I recently came across the FAA's press release regarding the diffracting laser lights which appear every Christmas:
You might not realize this, but a well-meaning attempt to spread holiday cheer has the potential to create a serious safety risk to pilots and passengers on airplanes that fly overhead. So please make sure all laser lights are directed at your house and not pointing towards the sky. The extremely concentrated beams of laser lights reach much farther than you might realize.
The FAA makes it clear that there is a substantial concern regarding laser-blindeness among pilots. And its clear the FAA will do something about it. But what can they truly do to help, within the limits of their authority?
Doing some research (okay... fine... having Google link me to Wikipedia), I find the following limits:
- 0.05 µW/cm² - Laser Free Zone
- 5.00 µW/cm² - Critical Flight Zone (10 nmi around airports)
- 100.0 µW/cm² - Sensitive Flight Zone
- 2500 µW/cm² - Normal Flight
I did some calculations on a class 3R laser pointer with a safety factor of 3 built into them, and got results which were quite in line with this infographic from Laser Safety Facts. I'll report the professional numbers, rather than my own, just to avoid uncertainty. These are the distances at which point the laser pointer crosses the threshold and it becomes illegal to point them at an aircraft (according to laboratory conditions. Obviously one should never intentionally point a laser pointer at an aircraft, regardless of power):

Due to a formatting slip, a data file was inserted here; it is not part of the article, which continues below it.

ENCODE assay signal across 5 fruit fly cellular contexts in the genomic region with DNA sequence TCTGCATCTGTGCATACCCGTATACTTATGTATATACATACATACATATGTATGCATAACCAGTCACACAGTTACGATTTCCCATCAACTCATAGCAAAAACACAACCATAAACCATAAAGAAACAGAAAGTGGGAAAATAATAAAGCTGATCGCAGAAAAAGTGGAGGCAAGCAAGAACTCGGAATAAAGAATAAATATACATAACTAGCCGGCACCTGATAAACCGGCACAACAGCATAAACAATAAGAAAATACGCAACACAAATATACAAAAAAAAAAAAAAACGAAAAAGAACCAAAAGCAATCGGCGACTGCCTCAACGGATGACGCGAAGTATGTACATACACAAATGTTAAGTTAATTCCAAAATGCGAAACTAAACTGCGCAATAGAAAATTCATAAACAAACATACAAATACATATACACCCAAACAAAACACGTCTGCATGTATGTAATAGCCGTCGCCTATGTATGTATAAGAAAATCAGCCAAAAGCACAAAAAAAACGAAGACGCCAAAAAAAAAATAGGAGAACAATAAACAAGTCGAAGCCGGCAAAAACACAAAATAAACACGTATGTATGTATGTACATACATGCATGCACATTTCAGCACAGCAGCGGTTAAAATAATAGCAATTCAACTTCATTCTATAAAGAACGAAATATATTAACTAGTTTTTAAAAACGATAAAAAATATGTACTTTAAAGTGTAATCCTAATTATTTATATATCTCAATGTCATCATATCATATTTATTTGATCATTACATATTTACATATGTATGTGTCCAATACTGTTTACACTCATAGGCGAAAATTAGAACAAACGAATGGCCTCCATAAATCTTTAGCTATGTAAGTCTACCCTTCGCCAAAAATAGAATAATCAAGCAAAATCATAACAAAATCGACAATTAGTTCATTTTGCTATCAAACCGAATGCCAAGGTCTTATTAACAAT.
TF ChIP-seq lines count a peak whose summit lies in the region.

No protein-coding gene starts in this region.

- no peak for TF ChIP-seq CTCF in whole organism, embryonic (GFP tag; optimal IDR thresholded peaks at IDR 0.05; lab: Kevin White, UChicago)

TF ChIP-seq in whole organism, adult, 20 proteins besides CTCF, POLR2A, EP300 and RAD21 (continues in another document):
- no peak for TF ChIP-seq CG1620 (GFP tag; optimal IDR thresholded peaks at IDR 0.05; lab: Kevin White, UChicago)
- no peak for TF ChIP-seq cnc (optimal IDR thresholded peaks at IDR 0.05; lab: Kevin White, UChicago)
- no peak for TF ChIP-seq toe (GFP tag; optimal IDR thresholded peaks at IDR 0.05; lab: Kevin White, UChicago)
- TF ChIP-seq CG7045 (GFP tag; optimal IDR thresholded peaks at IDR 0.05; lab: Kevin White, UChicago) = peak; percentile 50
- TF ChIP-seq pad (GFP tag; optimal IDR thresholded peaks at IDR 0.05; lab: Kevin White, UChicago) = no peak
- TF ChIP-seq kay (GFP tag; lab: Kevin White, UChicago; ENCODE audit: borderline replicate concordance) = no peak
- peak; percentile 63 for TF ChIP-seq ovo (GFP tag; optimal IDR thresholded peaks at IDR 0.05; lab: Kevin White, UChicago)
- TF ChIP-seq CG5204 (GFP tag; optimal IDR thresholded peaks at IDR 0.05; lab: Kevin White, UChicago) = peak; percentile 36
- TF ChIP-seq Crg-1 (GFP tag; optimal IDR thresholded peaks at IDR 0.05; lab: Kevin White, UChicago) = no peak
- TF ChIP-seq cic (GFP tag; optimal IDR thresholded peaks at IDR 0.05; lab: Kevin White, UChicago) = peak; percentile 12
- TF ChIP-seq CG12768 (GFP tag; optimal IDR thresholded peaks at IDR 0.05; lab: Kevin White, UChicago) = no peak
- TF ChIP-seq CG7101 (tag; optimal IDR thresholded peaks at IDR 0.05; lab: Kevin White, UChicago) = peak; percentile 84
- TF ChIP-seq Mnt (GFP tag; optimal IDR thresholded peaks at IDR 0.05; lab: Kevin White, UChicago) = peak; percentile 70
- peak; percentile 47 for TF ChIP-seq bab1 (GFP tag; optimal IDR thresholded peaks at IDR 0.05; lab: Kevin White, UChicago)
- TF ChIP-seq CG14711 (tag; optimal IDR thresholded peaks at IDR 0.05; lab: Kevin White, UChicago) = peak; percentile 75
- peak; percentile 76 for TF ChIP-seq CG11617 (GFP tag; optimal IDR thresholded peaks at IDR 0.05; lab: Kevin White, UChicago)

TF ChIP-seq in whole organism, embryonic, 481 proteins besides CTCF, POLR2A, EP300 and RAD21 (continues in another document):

- 10,995 ft - Laser Free Zone
- 1,096 ft - Critical Flight Zone
- 245 ft - Sensitive Flight Zone
- 104 ft - Normal Flight Zone
(Note: these numbers are consistent with those linked in this answer to a related question, and come from the same site)
With a minimum altitude for flight over urban terrain set at 1000ft, it appears it is not possible for a standard green 3R laser pointer to cross the threshold chosen by the FAA for critical flight zones, much less normal flight zones. Over rural areas, the lower 500ft minimum altitude could play a part, but would still never reach the normal flight range. Naturally, there is the possibility of violating requirements near or within a critical flight zone, where landing aircraft may be much lower than 1000ft, but it shows the level of concern that the FAA has for that given brightness threshold.
This seems quite inconsistent with the FAA press release. The holiday laser light shows have a substantially higher dispersion than a typical laser pointer (indeed, they start by fracturing it into dozens of smaller points with cheap optics).
It's possible the FAA is intentionally overstating the risk, but its also possible that the thresholds chosen are simply much higher than is truly comfortable for pilots. With thousands of laser strikes reported per year, pilots' comfort level is clearly surpassed by laser strikes on a regular basis.
Does the data suggest the FAA limits are too high to sufficiently protect pilots? (I'd ask whether they should be changed, but that would turn into a quagmire of opinion based regulation changes quite quickly)